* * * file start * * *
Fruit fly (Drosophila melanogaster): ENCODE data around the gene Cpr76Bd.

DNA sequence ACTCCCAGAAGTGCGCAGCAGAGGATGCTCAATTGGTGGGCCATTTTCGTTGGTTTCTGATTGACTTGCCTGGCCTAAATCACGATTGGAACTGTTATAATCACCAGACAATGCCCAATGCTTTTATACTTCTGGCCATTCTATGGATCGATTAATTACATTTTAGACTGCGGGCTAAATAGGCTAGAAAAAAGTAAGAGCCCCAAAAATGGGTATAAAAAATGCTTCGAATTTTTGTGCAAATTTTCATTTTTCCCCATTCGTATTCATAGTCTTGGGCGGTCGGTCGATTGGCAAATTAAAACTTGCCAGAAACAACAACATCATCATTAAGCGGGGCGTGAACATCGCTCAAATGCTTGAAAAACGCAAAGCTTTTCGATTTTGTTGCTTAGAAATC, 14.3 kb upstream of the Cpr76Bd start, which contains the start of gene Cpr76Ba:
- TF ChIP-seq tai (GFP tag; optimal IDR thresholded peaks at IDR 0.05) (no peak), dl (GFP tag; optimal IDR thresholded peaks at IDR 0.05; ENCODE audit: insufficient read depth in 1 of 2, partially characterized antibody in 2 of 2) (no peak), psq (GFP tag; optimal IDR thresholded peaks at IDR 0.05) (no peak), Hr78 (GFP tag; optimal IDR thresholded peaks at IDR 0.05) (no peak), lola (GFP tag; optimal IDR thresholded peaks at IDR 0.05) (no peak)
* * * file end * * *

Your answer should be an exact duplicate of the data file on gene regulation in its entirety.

Fruit fly (Drosophila melanogaster): ENCODE data around the gene Cpr76Bd.

DNA sequence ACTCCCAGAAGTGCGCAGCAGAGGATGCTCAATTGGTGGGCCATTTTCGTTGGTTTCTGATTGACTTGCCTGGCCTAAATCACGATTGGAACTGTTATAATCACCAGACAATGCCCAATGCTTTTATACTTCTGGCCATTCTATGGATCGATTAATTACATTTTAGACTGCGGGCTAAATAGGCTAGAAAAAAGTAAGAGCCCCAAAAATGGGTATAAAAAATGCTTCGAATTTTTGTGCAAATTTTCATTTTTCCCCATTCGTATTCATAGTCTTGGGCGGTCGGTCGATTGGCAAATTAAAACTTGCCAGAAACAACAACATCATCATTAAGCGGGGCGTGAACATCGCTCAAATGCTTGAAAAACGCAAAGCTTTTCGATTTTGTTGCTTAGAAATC, 14.3 kb upstream of the Cpr76Bd start, which contains the start of gene Cpr76Ba:
- TF ChIP-seq tai (GFP tag; optimal IDR thresholded peaks at IDR 0.05) (no peak), dl (GFP tag; optimal IDR thresholded peaks at IDR 0.05; ENCODE audit: insufficient read depth in 1 of 2, partially characterized antibody in 2 of 2) (no peak), psq (GFP tag; optimal IDR thresholded peaks at IDR 0.05) (no peak), Hr78 (GFP tag; optimal IDR thresholded peaks at IDR 0.05) (no peak), lola (GFP tag; optimal IDR thresholded peaks at IDR 0.05) (no peak)